*Johnstown Tribune-Democrat, May 13, 2008
*Clinton, IA Herald, 5/12/2008
Copyright © 2008 by Ralph Couey
If you were to ask a stranger, particularly a younger one, the question “What is Memorial Day?” its likely you receive the answer, “The official beginning of summer.” It’s a natural answer, borne out of the timing of the holiday, since it coincides with the end of the school year in most parts of the country. The real meaning of Memorial Day has been somewhat lost in the shuffle, a victim of cultural amnesia, or perhaps just neglect.
In 1868, General John Logan, commander of the Grand Army of the Republic, a fraternal organization of Union Civil War Veterans, proclaimed May 30th as the day “…designated for the purpose of strewing with flowers or otherwise decorating the graves of comrades who died in defense of their country during the late rebellion, and whose bodies now lie in almost every city, village, and hamlet church-yard in the land.” Initially, it was known as “Decoration Day.” The first state to officially recognize the commemoration was New York in 1873, and by 1890 it was so recognized by all of the former Union states. The south, not surprisingly, refused to acknowledge the day, keeping to their own schedule for honoring the Confederate war dead, a tradition that continues to this day.
However, after World War I, the meaning of the day was changed to honor Americans who died fighting in all wars. Memorial Day was made official in 1971 by congress, adjusting the day to the last Monday in May.
On Memorial Day, we remember the fallen. For far too many families, there was no joyous homecoming; only the memories of the loved and the lost. There are no possible words, no magic phrases that could possibly ease their pain. For the husband or wife looking at a wedding ring through a veil of tears; for the parents who stood in the doorway of a silent, empty bedroom; for the child who struggled to understand why Daddy or Mommy didn’t come home; for the friends, the co-workers, the neighbors who have felt that aching void in their lives; for all of them, we as a nation have shared their grief. For some 4,000 very special reasons, this Memorial Day should be cherished by all.
We all mourn their loss. However, we must also celebrate their lives. For in the too-short time they were here, they touched and honored us all. That is a gift worth celebrating. All over this country there are memorials of granite and marble to those who have given their lives for freedom. But I’ve always felt that the best memorial to those who went before is the sense of purpose in the lives of those who continue on. If we take the best of what they were and make it the best of what we can be, then a part of those who sacrificed will continue to live on through us. That memorial is not only important to us as individuals; it is absolutely vital to us as a nation.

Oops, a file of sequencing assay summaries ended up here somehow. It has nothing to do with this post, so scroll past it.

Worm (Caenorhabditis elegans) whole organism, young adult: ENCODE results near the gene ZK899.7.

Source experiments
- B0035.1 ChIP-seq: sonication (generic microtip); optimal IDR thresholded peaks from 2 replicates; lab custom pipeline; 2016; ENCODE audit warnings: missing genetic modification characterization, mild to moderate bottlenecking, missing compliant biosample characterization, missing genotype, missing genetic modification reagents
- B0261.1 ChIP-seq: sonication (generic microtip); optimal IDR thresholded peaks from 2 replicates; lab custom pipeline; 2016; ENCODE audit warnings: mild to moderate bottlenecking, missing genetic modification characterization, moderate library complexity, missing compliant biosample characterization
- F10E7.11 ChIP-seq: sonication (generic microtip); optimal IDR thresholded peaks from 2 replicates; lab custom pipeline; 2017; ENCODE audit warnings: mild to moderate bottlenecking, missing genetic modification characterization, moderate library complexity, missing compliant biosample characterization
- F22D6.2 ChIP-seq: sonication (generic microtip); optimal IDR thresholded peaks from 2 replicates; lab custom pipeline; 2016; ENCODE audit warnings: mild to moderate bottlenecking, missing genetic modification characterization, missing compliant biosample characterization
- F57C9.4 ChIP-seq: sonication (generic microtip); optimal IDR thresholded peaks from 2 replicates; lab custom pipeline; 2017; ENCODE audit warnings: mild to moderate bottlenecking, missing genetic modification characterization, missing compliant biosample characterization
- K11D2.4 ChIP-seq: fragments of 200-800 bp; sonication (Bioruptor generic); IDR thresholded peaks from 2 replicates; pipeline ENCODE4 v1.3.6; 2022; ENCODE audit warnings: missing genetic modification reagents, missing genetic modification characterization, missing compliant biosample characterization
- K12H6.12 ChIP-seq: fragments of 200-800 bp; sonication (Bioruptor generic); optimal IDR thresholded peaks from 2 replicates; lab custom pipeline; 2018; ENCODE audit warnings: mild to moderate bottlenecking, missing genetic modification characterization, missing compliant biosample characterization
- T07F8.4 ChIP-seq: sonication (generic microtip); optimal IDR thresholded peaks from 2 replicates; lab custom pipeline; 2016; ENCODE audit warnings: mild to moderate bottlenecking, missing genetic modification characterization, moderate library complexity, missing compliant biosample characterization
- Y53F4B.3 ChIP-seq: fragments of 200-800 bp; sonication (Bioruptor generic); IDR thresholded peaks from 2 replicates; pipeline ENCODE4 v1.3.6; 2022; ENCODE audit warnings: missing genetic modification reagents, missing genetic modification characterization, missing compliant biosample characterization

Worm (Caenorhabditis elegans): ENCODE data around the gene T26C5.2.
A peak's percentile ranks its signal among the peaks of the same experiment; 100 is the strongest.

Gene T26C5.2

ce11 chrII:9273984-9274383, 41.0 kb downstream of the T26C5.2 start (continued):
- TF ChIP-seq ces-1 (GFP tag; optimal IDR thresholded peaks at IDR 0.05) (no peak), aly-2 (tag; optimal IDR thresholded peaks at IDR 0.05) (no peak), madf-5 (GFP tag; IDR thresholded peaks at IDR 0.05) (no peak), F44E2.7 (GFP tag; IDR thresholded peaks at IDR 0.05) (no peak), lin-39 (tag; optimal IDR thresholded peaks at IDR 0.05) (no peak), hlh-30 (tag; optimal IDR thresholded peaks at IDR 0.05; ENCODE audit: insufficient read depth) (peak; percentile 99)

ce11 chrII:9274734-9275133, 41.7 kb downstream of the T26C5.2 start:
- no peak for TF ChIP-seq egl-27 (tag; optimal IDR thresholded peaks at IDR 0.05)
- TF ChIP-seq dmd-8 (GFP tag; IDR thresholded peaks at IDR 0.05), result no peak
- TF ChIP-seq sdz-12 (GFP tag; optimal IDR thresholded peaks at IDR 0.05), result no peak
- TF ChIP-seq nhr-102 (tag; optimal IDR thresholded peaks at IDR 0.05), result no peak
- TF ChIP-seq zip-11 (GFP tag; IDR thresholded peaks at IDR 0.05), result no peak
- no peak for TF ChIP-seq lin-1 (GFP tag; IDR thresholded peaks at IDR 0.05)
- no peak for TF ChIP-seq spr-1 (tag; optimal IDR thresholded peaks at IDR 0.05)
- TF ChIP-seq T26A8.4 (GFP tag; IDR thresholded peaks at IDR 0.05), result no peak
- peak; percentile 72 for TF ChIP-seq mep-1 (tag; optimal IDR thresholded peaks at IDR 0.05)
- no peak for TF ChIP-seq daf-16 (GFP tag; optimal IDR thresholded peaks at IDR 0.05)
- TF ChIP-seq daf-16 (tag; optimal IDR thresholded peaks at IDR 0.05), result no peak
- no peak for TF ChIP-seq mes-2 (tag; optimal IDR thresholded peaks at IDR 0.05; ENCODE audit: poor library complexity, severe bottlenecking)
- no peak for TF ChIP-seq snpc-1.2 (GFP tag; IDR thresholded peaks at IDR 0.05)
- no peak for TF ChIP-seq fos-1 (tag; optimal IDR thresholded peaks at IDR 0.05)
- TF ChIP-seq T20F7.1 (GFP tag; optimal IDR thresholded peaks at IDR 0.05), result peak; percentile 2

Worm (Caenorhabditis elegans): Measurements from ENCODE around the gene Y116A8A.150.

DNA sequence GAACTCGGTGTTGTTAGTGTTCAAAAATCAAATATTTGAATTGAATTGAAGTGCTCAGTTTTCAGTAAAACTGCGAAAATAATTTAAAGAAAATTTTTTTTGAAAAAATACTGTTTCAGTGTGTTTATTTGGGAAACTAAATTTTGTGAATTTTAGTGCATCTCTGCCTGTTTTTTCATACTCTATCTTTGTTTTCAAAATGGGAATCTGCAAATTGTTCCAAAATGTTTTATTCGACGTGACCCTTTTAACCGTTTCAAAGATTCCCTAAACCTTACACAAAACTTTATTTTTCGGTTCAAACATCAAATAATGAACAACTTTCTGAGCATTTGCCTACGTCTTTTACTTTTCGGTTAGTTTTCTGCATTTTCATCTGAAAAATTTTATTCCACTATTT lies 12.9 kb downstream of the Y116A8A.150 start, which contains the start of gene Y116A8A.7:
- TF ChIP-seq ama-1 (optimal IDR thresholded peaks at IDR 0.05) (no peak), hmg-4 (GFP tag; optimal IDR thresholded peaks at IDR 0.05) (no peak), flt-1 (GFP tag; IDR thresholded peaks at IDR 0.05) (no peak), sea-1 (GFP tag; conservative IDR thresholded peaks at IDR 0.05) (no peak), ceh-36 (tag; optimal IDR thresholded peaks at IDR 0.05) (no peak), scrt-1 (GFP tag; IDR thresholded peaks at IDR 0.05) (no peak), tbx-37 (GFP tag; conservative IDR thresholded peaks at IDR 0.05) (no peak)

To say that much of the original intent of Memorial Day has become neglected is to engage in understatement. Starting with Vietnam, war became solely a political issue instead of an act in defense of freedom or an element of national survival. And with that fundamental change, even the simple act of honoring those who, in the words of Abraham Lincoln, “…gave their lives so that this nation might live” became soiled with the stain of partisan politics.
While most of us will revel in recreational activities this weekend, others will go about the duty of remembrance, quietly and without fanfare or publicity. They do this not for themselves, but to honor those whose sacrifice has honored America. If you look hard enough, you will see the fruit of those selfless labors; the beauty of fresh flowers, and a small forest of American flags. It is a renewal of the solemn promise made to those who were lost:
We will never forget.
Go to the cemeteries and memorials; walk among the graves and read the names. And whisper these words from Joshua Lawrence Chamberlain:
"Heroism is latent in every human soul, however humble or unknown. In great deeds something abides. On great fields something stays. Spirits linger, to consecrate the ground. And reverent men and women from afar, and generations that know us not, shall come to this field to ponder and dream; and the power of the vision will pass into their souls."
The issues that divide the people of the United States have become wounds that are deep and continue to fester. Many despair that we have turned a corner in our history; that we may never again truly be one nation, indivisible. Only time will tell. But whatever views one has on war in general, and the Global War on Terror in particular, we should still take the time this weekend to honor those who served, and who paid the ultimate price in the service of freedom. For if we forget the reasons they served, and the price they paid, rest assured America will almost certainly pay that price again. To paraphrase W.J. Cameron, on this Memorial Day:
“Perform, then, this one act of commemoration before this Day passes: